Monday, July 19, 2010
It's hard to tell whether the excessively artificial look and tone of the Shutter Island (2010) is a deliberate aesthetic choice by director Martin Scorsese, or a symptom of his distance from the material. At first, the artificiality, such as the opening depicted in this illustration, looks like a heightening, a evocation of film noir in modern color tones. Reportedly, as fake as this scene looks, it was not shot green-screen, but on an actual boat. Unfortunately, the effects supervisor monkeyed with the sky to make an impossible color and a background ambiance which is mis-matched with the foreground lighting of the principal characters. And that approach seems endemic to the film.
It is not so much that Scorsese is trying to emulate film noir with a more modern technique, but as though he is copying contemporary directors like Ridley Scott and the way they evoke film noir. It is style at two removes. The purported comedy After Hours felt more authentically noir (and more genuinely menacing) than Shutter Island. The script feels like an oddly uncommitted episode of The Twilight Zone and
Just checked around on-line and found out that Roger Ebert thought the film has a surprise ending. Screenwriter Laeta Kalogridis denies that intention, and says that by 15 minutes the audience should be aware that something is wrong with DiCaprio's character. For my part, I guessed the "twist" by about 20 minutes, and I could do that because it's exactly the same plot twist found in The Cabinet of Dr. Caligari, a highly influential film produced in 1919. And if the twist isn't supposed to be a surprise, why is so much energy put into the red herrings. (In the above-alluded-to interview, the writer said the protagonist's conflict was between his love for his wife and his daughter. That was not made clear in the film as it exists.)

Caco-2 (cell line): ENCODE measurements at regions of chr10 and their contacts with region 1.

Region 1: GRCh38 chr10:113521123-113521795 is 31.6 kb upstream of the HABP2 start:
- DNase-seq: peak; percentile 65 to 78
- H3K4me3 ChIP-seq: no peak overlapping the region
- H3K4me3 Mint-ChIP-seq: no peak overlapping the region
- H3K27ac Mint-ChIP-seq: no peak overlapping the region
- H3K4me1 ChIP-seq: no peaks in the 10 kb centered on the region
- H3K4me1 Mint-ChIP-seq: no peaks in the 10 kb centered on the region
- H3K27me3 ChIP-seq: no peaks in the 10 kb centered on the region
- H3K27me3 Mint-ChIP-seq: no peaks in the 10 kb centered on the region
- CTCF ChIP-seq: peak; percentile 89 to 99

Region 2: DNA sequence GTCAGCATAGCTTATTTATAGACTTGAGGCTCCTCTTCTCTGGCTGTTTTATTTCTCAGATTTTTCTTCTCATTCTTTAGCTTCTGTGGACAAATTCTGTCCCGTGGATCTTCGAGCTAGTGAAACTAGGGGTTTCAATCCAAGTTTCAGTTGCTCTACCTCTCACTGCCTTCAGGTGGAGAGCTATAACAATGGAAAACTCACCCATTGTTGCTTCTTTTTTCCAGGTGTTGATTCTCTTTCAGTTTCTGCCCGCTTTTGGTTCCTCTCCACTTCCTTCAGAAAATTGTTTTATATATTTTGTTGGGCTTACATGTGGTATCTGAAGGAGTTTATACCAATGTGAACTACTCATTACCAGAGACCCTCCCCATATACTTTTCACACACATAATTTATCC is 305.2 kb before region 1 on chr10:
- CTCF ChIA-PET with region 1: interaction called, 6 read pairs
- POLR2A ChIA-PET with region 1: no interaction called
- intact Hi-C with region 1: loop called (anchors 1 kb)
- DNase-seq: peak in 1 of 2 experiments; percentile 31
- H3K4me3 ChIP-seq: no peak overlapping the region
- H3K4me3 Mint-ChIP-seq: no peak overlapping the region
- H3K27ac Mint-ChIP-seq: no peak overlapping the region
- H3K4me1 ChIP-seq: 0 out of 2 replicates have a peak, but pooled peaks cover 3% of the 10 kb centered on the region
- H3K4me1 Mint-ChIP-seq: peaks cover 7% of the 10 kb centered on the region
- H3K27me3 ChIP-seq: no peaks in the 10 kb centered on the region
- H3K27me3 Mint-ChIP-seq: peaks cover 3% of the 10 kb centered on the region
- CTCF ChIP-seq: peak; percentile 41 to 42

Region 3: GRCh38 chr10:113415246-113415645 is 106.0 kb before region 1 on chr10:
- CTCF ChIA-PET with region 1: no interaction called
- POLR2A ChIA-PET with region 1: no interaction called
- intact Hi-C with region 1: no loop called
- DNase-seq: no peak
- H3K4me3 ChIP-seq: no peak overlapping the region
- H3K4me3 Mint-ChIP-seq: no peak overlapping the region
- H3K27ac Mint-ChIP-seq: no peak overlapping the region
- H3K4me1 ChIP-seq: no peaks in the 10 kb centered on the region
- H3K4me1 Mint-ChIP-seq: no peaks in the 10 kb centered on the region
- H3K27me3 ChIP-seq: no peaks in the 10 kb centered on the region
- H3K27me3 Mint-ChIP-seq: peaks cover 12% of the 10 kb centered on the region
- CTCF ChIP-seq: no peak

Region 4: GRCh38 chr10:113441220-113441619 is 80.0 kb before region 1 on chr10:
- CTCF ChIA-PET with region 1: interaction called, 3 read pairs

Scorsese's famous continuity errors go into overdrive in this film and there is some of the worst green-screen work scene since they stopped doing rear-projection--was that intentional, or did Scorsese really not care on this one? Surely no one seemed to care that Leonardo DiCaprio's German accent is far better than Max von Sydow's. And when, midway through the film, Patricia Clarkson gives a lucid explanation of what's "actually going on" and the camera is finally locked down and the colors manipulated into fake hues in post-production, which is supposed to make the whole scene feel more reliable, it just amps up the unbelievable quality of the scene (not to mention the whole film). And sadly, whereas the story might have been interpreted as metaphor for--I don't know, whatever you like--the ending reveals it to be a boring little mental health story, as if that boring psychiatrist at the end of Psycho had been put in touch of an entire movie.
There are pleasures to be had, mostly from Mark Ruffalo, one of our master actors working today, along with Spacey, Downey and Depp. Ruffalo is called upon throughout much of the film to be communicating two intentions at the same time (wise-cracking sidekick and concerned, observing doctor) and manages it perfectly. DiCaprio, on the other hand, still has squinty rat eyes and a flat thin voice typical of people brought up in Southern California, so it is not fair to put him next to an actual trained and expressive actor, like Ruffalo making him look like a well-intentioned amateur. Ben Kingsley has nothing to do, especially since they won't let him act creepy, which is what he should be doing, and Max von Sydow is clearly on hand merely to build up his grandchildren's trust fund. But nothing of this bears any relationship to acting in a Scorsese film, which used to be detailed, precise and reflective of real life.
The point is, if you're going to be deliberately artificial, like Hitchcock, Leone, Michael Powell (a favorite of Scorsese's) or Ken Russell, you have to be committed to it, you have to really believe in it. And Scorsese directs this film as if he doesn't believe one single frame of it, and it's all a silly lark, all quotes from stuff he teaches in film class. What I'm trying to say is that this appears to be a Brian DePalma picture.
This movie will confuse you or terrify you if you have never seen a movie before or if you only have five working brain cells. What attracted a first-class talent like Scorsese to this project (other than a pay check) is the real mystery.